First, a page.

Nevertheless, centrists are obsessed with the politics of division precisely because their political framework has lost all credibility. Politics works where vigorous debate occurs. There is surely a dialectical relationship between the right and the left, each assuming radically different conceptions of human nature, society, the state and the economy; the flaws of each compensating for the other.

We ought to be suspicious of those who reject the ‘politics of division’ precisely because politics involves confrontation. Instead of merely condemning inflammatory rhetoric, progressives in the UK ought to offer a principled, grounded stance, revealing the cynicism of their opponents, persuasively putting forward an alternative vision which – crucially – appeals to those who are most likely to be disillusioned.

Merely complaining about ‘division’ puts progressives on the back foot,  ceding the dominant ideological position. Populism thrives on cheap sloganeering and provocative statements designed to invoke a reaction, engineered to put their opponents on the defensive. It’s time for the left to truly fight their own corner.

Mrs May’s Legacy… or lack of it.

Philip May

Countless pieces have now been written on May and her premiership, some deeply critical and unforgiving, others approaching with deep cynicism.

None that I have seen so far analyse her legacy in its true form, that is Brexit and the normalisation of no-deal. This is peculiar, as time again commentators have warned about the effects of attacks on immigrants, for example, since the EU referendum, hate crime has risen sharply.

The EU referendum campaign was deeply divisive, on sovereignty, democracy and immigration, little was said in the leave campaign about how and on what terms we would leave. Correctly so, for the best strategists know that this would have created more fear and less chance of victory. Rather focus on the issues at hand.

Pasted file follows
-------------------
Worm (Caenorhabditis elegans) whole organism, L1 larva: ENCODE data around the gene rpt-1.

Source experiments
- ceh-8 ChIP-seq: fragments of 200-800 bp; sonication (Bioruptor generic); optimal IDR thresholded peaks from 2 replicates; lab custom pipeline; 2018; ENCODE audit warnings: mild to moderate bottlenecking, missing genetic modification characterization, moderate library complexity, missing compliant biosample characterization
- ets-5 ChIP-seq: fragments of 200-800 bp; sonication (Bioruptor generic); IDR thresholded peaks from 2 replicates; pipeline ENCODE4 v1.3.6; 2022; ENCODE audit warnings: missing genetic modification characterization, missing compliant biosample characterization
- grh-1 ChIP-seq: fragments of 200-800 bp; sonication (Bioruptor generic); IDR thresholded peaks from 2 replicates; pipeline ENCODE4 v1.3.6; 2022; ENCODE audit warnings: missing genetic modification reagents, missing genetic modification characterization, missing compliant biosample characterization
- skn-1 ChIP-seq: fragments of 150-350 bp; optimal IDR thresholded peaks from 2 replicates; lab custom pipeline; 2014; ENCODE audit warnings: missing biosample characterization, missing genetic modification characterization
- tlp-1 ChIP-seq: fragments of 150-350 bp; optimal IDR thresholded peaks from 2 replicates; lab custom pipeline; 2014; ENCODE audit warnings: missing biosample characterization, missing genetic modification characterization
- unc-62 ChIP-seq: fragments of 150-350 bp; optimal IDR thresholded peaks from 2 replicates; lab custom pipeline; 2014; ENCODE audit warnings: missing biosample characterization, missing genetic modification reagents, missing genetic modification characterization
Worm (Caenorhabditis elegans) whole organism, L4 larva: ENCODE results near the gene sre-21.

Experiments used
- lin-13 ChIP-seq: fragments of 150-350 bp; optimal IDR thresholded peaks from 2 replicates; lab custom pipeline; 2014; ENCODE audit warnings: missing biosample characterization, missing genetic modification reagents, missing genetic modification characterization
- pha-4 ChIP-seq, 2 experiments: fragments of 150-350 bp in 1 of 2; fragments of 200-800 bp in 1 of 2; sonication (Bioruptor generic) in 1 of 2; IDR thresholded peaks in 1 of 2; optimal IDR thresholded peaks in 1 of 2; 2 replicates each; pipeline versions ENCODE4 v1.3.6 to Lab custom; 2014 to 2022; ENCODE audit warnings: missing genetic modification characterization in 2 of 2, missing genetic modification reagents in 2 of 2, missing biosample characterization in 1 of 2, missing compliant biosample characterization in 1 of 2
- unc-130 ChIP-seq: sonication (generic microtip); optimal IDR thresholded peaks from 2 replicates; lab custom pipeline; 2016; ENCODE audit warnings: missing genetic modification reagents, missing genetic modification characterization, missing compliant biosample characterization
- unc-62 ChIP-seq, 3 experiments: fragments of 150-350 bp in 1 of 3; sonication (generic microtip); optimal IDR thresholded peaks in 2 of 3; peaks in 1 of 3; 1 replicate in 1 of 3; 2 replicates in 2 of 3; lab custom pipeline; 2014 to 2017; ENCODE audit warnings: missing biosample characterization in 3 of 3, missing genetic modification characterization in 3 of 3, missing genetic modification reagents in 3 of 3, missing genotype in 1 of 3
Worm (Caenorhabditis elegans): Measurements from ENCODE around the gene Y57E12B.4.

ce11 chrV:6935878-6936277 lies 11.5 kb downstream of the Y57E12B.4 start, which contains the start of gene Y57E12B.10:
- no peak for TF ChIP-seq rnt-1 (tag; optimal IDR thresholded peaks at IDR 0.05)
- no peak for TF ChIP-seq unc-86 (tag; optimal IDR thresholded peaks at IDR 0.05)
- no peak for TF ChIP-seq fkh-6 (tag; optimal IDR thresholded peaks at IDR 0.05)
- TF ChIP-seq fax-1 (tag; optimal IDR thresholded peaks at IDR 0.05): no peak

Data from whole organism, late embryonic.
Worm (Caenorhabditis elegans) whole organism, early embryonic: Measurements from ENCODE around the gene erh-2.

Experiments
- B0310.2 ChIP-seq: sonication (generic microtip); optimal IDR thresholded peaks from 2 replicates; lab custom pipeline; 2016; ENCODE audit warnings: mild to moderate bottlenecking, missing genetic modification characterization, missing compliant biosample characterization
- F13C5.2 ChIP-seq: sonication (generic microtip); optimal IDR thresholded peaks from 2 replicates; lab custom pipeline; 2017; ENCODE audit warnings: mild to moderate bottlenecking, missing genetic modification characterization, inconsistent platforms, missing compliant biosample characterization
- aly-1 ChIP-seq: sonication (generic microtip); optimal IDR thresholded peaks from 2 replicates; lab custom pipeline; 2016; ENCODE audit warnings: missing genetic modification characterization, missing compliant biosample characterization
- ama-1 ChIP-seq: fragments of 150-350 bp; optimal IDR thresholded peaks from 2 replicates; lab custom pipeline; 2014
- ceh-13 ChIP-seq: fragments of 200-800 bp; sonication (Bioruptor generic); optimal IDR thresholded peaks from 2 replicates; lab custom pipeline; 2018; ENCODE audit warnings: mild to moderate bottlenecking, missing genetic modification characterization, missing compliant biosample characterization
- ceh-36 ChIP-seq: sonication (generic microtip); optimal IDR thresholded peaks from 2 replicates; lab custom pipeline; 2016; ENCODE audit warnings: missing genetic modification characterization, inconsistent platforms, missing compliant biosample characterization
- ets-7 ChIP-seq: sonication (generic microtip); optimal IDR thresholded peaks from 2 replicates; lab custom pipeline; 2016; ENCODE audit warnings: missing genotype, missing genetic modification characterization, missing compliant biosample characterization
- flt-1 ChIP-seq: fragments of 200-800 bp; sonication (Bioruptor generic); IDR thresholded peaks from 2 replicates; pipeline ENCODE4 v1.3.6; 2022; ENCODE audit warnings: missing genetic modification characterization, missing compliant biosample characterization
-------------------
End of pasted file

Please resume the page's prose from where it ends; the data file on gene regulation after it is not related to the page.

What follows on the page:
Perhaps the remain campaign could have brought this to the table, pressed on whether no deal was a viable solution. Of course the official campaigns denied all such probability. In stepped May as Conservative party leader and prime minister of the United Kingdom.

Shivering with fright about the stance that the EU had taken and the knives that the ERG held, May introduced language such as No Deal is better than a bad deal. Unsurprisingly, she did not believe in this slogan, and later had to retract.

Crucially though, this normalised the idea of no deal, it was given a podium on national television. Frequently ERG members spouted utter nonsense about its economic benefits. Which is the defining lesson, once again those in high public office have neglected the power they hold, the power to normalise absurd ideas. Austerity was politically unsellable once broken down, who would vote for a lower standard of living, but as soon as you engage in the idea that it is for the public interest, and that we are all in it together it becomes mainstream, normalised.

The power of narrative should not be underestimated, yet it consistently is. It will be to catastrophic effects too, where in years subsequent the left will blame Farage et al. for his role in this mess, we will unlikely focus on Theresa May, for she is in the large part complicit, and some would argue the architect.

I take no pleasure in saying that we will not learn, nor do I want to preach that we should be more careful, because it falls on deaf ears. The country needs evaluation and reflection, it needs its institutions to be reformed, instead our main political parties are for better or worse imploding. May will go down as one of the worst PM’s in British history, correctly so, perhaps though, for the incorrect reasons.

European Elections 2019: Yorkshire Independence Party gains more votes than Change UK in Yorkshire

In the 2019 European Elections, the results of which were released last night, the Yorkshire Party has achieved a higher share of the vote in the Yorkshire region than the nationally-based Change UK Party.

The Yorkshire Party, known for their political goal of campaigning for the government to grant Yorkshire the ability to form it’s own provincial government within the UK, was formed in 2014, and has seen its best turnout of any election so far last night.

Stated on the Party’s website, the group aims to petition the government to treat Yorkshire with the same level of political freedom as Scotland, Wales, and Northern Ireland, all of which have their own inner Parliament as well as contributing Ministers of Parliament to Westminster in general elections.

On the other side, the Change UK Party was formed earlier this year after a loose coalition of Labour and Conservative Ministers of Parliament broke away from their respective establishment Parties due to their stances on Brexit, and originally went by the moniker of “The Independent Group”.